by March 13, 2012

by Tzvi Twersky | @ttwersky

Kim Prahalis has no trouble remembering the day that she realized her little girl was going to be a big deal.

It was at an otherwise average CYO girls game in Long Island, NY, when Samantha, Kim’s youngest daughter, put on an unforgettable performance. It’s unclear how many points and steals the precocious PG guard had that day, but the quality  of those long-lost stats is still very clear.

From the game’s outset, when the opposing guard attempted to bring the ball upcourt, Sammy, as most people refer to her, easily stripped her and went the other way for a layup. The opposition would then inbound the ball, and the sequence would repeat itself. Inbound, steal, layup. Inbound, steal, layup. Inbound, steal, layup.

Sammy’s performance that day was pretty much par for her childhood course. The referee’s reaction, though, was a first for her family.

Says Kim, between bursts of part-amazed, part-proud laughter: “The ref came up to Sammy and said, ‘I know you’re going to be famous one day, so can I have your autograph?’

“She was only in fourth grade!”

The daughter of two athletic parents—her mom’s brother was a professional-level baseball player; her father, John, grew up playing football and now coaches in the Commack, NY, Police Athletic League—Samantha excelled at multiple sports from an early age. Ultimately, though, she chose to focus on roundball because of how crowds reacted to her.

“I didn’t know basketball could take me all these places,” Sammy, a six-year varsity player in high school, McDonald’s All-American and current star point guard at Ohio State, says. “But I knew when I threw a no-look pass people would go crazy. And I liked that.”

Little wonder then, that years after she devoted herself to Naismith’s game and to strenuous workout sessions with renowned trainer Jerry Powell, Sammy currently has the most crowd-pleasing game in all of college basketball.

Sammy isn’t just a four-year starter at Ohio State, isn’t just the Big Ten’s all-time assist leader, isn’t just the sum of her senior-year numbers of 20.1 ppg, 6.4 apg and 2.2 spg. She’s the most unique point guard in the entire nation, the one with the best handles, the best court vision. The one who dreams like Joseph, creates like Jobs and celebrates like Cruz. The one worthy of her own SportsCenter highlight hour, but who settles for her own friend-created YouTube page. The one who, over the course of her collegiate career, has done for the behind-the-back and no-look pass what Baylor’s Brittney Griner has simultaneously done for the block and dunk.

For the most part, Sammy’s game is worthy of the hyperbole it inspires. An important few, or so it seems, are less receptive to the new-age talent. The Columbus Dispatch theorized that, prior to her senior season, Prahalis was left off the Wade Trophy watch list because of a “style issue.” The author also notes that this is probably the same reason why she was not named First-Team All-Big 10 by Conference coaches as a junior.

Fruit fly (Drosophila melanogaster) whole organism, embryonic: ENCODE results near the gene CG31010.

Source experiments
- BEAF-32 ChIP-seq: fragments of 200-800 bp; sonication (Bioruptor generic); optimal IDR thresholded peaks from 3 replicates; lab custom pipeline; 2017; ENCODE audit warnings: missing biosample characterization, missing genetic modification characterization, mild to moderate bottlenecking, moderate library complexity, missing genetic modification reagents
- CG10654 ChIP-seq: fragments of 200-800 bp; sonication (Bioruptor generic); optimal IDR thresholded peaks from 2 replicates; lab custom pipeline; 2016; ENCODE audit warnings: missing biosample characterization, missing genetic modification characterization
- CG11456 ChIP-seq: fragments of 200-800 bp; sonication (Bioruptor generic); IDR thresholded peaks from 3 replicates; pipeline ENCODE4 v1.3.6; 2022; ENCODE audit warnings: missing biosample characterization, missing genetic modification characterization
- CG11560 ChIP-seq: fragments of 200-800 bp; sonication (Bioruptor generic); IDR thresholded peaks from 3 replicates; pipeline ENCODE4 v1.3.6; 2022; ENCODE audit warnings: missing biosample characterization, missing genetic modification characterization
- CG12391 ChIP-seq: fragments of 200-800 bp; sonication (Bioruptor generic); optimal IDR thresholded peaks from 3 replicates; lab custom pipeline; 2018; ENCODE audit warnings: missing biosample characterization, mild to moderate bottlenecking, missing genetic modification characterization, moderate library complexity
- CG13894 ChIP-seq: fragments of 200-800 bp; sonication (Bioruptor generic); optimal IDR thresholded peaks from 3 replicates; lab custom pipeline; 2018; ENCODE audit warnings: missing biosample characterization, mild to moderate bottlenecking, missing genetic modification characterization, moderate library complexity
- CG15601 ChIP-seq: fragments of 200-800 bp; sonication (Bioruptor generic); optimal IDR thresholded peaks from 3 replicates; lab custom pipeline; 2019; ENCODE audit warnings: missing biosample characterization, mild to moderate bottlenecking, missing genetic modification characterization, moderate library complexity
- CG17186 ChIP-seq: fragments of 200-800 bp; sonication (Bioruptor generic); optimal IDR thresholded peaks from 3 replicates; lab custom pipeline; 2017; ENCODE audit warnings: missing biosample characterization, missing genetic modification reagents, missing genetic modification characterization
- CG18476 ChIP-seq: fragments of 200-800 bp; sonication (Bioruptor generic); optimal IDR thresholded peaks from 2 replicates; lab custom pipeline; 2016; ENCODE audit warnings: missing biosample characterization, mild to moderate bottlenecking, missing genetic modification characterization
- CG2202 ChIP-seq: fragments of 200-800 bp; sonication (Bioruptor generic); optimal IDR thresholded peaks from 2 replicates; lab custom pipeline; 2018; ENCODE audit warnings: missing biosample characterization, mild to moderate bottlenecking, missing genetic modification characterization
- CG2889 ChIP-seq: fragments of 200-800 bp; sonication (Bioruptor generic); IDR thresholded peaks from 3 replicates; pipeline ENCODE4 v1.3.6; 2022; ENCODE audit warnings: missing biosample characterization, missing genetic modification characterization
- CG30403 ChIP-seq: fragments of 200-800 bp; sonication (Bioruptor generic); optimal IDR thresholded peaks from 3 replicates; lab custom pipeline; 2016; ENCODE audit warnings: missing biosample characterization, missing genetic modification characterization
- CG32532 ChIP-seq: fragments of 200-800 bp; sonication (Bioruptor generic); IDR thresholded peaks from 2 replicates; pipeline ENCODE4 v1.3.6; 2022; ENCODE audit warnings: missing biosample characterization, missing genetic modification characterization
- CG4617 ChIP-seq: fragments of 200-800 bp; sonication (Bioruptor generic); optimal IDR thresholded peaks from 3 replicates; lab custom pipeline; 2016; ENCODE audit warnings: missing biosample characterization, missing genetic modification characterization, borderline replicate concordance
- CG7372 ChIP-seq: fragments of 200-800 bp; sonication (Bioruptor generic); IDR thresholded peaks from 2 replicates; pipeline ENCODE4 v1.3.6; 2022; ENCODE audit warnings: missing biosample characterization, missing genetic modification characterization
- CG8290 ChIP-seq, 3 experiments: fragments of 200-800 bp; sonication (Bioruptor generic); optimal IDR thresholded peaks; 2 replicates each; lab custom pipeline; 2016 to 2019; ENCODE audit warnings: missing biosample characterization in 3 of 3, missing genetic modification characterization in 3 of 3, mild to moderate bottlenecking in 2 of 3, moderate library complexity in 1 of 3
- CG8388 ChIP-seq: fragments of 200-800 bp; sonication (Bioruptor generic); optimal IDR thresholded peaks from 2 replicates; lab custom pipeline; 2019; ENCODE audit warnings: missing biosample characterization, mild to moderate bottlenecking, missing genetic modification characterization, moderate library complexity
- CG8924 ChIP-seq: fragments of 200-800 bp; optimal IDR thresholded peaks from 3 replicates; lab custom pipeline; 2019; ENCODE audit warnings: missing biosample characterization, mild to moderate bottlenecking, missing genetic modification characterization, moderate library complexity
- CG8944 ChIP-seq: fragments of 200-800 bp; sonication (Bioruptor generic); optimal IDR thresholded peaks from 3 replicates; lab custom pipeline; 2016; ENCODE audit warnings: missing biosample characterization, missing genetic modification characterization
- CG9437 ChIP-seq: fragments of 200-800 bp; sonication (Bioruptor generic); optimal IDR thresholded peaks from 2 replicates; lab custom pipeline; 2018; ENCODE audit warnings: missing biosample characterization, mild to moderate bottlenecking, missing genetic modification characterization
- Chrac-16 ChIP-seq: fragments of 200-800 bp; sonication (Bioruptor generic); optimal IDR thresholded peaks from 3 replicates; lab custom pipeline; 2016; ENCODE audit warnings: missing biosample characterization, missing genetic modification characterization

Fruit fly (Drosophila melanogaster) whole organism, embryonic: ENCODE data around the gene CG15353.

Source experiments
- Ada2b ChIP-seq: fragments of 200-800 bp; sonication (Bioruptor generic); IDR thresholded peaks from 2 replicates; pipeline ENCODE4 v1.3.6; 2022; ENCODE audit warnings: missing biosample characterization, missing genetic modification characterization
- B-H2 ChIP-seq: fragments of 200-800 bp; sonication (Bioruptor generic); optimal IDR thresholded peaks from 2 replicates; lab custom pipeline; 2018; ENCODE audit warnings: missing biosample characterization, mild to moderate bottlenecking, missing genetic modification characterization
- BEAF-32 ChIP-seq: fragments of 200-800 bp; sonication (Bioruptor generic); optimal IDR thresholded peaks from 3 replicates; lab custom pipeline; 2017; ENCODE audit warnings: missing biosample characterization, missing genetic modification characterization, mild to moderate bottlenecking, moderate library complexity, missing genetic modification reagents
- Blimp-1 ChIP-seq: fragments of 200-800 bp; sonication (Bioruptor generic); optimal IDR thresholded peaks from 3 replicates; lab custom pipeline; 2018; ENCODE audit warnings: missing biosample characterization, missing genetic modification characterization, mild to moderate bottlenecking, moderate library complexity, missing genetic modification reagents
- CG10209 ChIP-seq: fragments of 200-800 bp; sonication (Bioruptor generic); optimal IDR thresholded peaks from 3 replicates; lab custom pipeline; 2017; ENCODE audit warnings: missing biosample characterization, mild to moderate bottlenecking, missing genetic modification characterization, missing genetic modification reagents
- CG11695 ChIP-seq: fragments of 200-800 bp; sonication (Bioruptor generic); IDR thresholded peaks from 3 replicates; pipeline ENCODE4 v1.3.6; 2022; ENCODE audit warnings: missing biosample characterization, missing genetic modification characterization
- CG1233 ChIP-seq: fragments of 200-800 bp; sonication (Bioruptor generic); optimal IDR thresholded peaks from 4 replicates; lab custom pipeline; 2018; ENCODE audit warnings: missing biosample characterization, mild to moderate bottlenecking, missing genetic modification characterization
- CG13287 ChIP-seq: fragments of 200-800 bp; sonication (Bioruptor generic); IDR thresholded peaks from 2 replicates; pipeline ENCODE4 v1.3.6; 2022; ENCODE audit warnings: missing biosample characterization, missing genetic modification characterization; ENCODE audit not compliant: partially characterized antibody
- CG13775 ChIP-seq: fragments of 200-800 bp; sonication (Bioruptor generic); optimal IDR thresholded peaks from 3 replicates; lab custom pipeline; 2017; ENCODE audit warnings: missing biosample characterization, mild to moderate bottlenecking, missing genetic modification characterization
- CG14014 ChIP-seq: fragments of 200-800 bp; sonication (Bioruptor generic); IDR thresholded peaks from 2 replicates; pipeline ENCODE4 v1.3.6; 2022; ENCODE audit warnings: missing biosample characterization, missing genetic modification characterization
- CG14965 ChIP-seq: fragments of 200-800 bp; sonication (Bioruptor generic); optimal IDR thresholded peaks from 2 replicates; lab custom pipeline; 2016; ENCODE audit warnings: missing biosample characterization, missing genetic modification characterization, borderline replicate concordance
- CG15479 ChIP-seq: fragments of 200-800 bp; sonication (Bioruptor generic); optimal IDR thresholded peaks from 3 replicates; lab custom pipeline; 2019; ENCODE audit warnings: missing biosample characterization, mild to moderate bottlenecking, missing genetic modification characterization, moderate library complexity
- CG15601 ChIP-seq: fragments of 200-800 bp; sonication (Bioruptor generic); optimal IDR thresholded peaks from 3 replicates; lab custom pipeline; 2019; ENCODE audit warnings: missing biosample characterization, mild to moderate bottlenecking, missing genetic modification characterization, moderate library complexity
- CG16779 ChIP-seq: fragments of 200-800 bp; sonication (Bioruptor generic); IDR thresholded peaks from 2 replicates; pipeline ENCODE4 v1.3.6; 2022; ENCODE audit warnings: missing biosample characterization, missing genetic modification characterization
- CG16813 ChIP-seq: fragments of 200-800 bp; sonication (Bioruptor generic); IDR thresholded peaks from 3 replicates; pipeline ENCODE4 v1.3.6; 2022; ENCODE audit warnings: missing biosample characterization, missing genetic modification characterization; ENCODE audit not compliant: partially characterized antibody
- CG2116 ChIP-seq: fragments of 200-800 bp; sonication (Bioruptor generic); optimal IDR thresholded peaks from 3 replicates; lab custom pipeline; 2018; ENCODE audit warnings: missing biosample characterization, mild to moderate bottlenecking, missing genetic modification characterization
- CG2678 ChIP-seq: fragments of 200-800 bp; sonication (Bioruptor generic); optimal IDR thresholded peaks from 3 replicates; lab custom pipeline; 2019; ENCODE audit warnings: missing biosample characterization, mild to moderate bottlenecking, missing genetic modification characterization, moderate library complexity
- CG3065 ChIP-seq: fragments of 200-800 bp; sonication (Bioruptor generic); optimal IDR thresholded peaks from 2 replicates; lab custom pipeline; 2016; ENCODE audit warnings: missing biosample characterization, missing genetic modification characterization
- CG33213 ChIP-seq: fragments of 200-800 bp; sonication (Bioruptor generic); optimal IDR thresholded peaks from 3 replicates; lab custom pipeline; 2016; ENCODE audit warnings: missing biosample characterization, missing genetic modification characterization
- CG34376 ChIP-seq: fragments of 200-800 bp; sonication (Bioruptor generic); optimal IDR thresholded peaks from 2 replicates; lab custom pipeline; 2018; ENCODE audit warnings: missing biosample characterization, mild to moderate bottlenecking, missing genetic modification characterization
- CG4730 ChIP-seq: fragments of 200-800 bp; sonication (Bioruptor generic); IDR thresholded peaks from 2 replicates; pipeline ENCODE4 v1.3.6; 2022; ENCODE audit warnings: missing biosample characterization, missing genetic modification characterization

“Some of the coaches in the Big 10 aren’t crazy about her,” affirms Sammy’s dad, John. “I’m not knocking them, but if you ask me, they’re a little bit behind the times. To me—and I know I’m her father—nobody has her skill set. She’s flashy but she also does the little things. She’s a hustler who’s not afraid to go to the ground and get dirty. She’s good for the game.

“She doesn’t always march to the beat of everyone else, but that’s her, and I’m happy for it.”

Sammy, who along with backcourt mate Tayler Hill, has led an Ohio State team that was unranked in the preseason to a 25-6 record and No. 17 spot in the ESPN/USA Today poll, doesn’t dwell on individual awards. She’s too focused on those who recognize and appreciate her emotive style of play.

“There are lists out there, All-American, All-Conference, but  being loved by fans is such a great feeling,” Sammy, recently named a Wooden Award finalist, says. “Like, you play basketball to make people feel happy. You play to excite them. That’s a real feeling.”

There is a very real downside as well, though. People pay to watch her dazzle them with razzle, often at the cost of observing the 5-7 dynamo’s all-around effort and hustle.

“That frustrates me a little bit,” Sammy offers in a thick Strong Island accent that hints heavily at her Commack, NY, upbringing. “They just perceive me as someone who’s flashy and that kind of overshadows the whole picture. Even with the flashy, there’s a reason behind everything I do. Like, in high school some people would call me ‘The Show.’ But I ain’t no circus—I’m a basketball player.”

Long before she arrived at OSU, before Powell took her game from “point A to point C,” an adolescent Prahalis had a few sessions with a different trainer. In one of her first—and last—workouts with him, a fellow trainee mishandled one of Sammy’s no-look rifle passes.

“He stopped the whole thing,” she recalls. “He said, ‘You can’t do that. You cannot play that way. Blah, blah, blah.’ That was the last time I went to him.”

Knowing all she knows now, in retrospect, does Sammy regret not toning down her game at his behest?

“This ain’t the ’50s no more,” she answers succinctly.

After all, big deals like Sammy Prahalis are used to seeing past small minds.